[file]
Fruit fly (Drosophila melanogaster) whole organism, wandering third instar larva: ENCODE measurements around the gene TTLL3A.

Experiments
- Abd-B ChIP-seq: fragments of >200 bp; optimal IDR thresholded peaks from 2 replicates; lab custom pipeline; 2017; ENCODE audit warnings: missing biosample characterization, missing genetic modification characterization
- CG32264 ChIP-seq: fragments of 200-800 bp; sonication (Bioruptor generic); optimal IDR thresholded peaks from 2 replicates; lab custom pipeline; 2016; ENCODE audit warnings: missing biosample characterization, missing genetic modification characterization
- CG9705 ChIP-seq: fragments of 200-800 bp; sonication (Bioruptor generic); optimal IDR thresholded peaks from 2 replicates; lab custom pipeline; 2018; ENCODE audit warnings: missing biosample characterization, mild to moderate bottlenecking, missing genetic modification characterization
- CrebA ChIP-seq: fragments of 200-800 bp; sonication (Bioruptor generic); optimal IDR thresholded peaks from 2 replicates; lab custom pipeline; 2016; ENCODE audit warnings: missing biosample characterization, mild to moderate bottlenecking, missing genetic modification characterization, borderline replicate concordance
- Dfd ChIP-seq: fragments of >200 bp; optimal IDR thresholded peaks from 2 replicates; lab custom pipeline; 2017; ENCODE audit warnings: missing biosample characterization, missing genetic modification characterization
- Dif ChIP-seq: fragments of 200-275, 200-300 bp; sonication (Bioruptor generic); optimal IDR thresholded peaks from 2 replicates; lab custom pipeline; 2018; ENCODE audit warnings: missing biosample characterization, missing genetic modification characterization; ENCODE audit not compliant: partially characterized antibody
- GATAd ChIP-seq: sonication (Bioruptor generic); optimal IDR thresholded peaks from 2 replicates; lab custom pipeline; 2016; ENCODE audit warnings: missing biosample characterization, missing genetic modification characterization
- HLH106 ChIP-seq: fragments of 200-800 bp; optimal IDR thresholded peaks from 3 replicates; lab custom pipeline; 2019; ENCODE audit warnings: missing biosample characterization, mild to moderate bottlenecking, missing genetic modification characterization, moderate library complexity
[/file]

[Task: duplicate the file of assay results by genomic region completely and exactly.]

Fruit fly (Drosophila melanogaster) whole organism, wandering third instar larva: ENCODE measurements around the gene TTLL3A.

Experiments
- Abd-B ChIP-seq: fragments of >200 bp; optimal IDR thresholded peaks from 2 replicates; lab custom pipeline; 2017; ENCODE audit warnings: missing biosample characterization, missing genetic modification characterization
- CG32264 ChIP-seq: fragments of 200-800 bp; sonication (Bioruptor generic); optimal IDR thresholded peaks from 2 replicates; lab custom pipeline; 2016; ENCODE audit warnings: missing biosample characterization, missing genetic modification characterization
- CG9705 ChIP-seq: fragments of 200-800 bp; sonication (Bioruptor generic); optimal IDR thresholded peaks from 2 replicates; lab custom pipeline; 2018; ENCODE audit warnings: missing biosample characterization, mild to moderate bottlenecking, missing genetic modification characterization
- CrebA ChIP-seq: fragments of 200-800 bp; sonication (Bioruptor generic); optimal IDR thresholded peaks from 2 replicates; lab custom pipeline; 2016; ENCODE audit warnings: missing biosample characterization, mild to moderate bottlenecking, missing genetic modification characterization, borderline replicate concordance
- Dfd ChIP-seq: fragments of >200 bp; optimal IDR thresholded peaks from 2 replicates; lab custom pipeline; 2017; ENCODE audit warnings: missing biosample characterization, missing genetic modification characterization
- Dif ChIP-seq: fragments of 200-275, 200-300 bp; sonication (Bioruptor generic); optimal IDR thresholded peaks from 2 replicates; lab custom pipeline; 2018; ENCODE audit warnings: missing biosample characterization, missing genetic modification characterization; ENCODE audit not compliant: partially characterized antibody
- GATAd ChIP-seq: sonication (Bioruptor generic); optimal IDR thresholded peaks from 2 replicates; lab custom pipeline; 2016; ENCODE audit warnings: missing biosample characterization, missing genetic modification characterization
- HLH106 ChIP-seq: fragments of 200-800 bp; optimal IDR thresholded peaks from 3 replicates; lab custom pipeline; 2019; ENCODE audit warnings: missing biosample characterization, mild to moderate bottlenecking, missing genetic modification characterization, moderate library complexity